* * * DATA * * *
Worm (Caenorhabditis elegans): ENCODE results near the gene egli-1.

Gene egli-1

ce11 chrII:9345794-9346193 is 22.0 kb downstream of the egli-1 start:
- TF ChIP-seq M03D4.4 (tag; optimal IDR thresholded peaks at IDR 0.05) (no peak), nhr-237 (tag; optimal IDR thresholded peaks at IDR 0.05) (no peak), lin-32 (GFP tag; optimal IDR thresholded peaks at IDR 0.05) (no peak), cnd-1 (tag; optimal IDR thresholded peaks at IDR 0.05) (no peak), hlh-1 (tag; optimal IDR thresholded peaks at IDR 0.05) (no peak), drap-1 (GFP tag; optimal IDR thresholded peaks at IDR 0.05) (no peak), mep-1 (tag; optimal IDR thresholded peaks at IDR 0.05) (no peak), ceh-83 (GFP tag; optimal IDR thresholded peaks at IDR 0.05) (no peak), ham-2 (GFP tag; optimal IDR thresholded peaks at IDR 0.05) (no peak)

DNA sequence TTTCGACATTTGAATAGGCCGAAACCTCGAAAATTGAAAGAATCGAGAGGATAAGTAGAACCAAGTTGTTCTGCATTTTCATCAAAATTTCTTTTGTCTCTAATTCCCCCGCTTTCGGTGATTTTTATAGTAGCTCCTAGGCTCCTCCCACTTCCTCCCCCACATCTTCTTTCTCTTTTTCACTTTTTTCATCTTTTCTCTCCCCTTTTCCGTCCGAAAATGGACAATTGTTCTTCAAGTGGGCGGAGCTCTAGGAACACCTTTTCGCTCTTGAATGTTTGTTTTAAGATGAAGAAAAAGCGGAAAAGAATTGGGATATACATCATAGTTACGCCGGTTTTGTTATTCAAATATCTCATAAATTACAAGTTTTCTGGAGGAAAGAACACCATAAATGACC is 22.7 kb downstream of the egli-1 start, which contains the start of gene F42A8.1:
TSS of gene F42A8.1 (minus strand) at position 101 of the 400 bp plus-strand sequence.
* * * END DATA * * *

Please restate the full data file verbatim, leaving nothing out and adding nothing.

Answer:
Worm (Caenorhabditis elegans): ENCODE results near the gene egli-1.

Gene egli-1

ce11 chrII:9345794-9346193 is 22.0 kb downstream of the egli-1 start:
- TF ChIP-seq M03D4.4 (tag; optimal IDR thresholded peaks at IDR 0.05) (no peak), nhr-237 (tag; optimal IDR thresholded peaks at IDR 0.05) (no peak), lin-32 (GFP tag; optimal IDR thresholded peaks at IDR 0.05) (no peak), cnd-1 (tag; optimal IDR thresholded peaks at IDR 0.05) (no peak), hlh-1 (tag; optimal IDR thresholded peaks at IDR 0.05) (no peak), drap-1 (GFP tag; optimal IDR thresholded peaks at IDR 0.05) (no peak), mep-1 (tag; optimal IDR thresholded peaks at IDR 0.05) (no peak), ceh-83 (GFP tag; optimal IDR thresholded peaks at IDR 0.05) (no peak), ham-2 (GFP tag; optimal IDR thresholded peaks at IDR 0.05) (no peak)

DNA sequence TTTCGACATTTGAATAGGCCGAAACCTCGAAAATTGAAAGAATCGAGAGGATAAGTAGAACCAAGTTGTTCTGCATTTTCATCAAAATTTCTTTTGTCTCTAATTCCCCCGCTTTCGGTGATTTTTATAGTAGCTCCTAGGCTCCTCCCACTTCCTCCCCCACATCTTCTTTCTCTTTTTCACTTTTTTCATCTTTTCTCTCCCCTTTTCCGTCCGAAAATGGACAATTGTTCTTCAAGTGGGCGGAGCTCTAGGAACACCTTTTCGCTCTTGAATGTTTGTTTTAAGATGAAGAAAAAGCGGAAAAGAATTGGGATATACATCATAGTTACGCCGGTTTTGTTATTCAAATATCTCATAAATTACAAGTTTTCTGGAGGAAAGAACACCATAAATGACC is 22.7 kb downstream of the egli-1 start, which contains the start of gene F42A8.1:
TSS of gene F42A8.1 (minus strand) at position 101 of the 400 bp plus-strand sequence.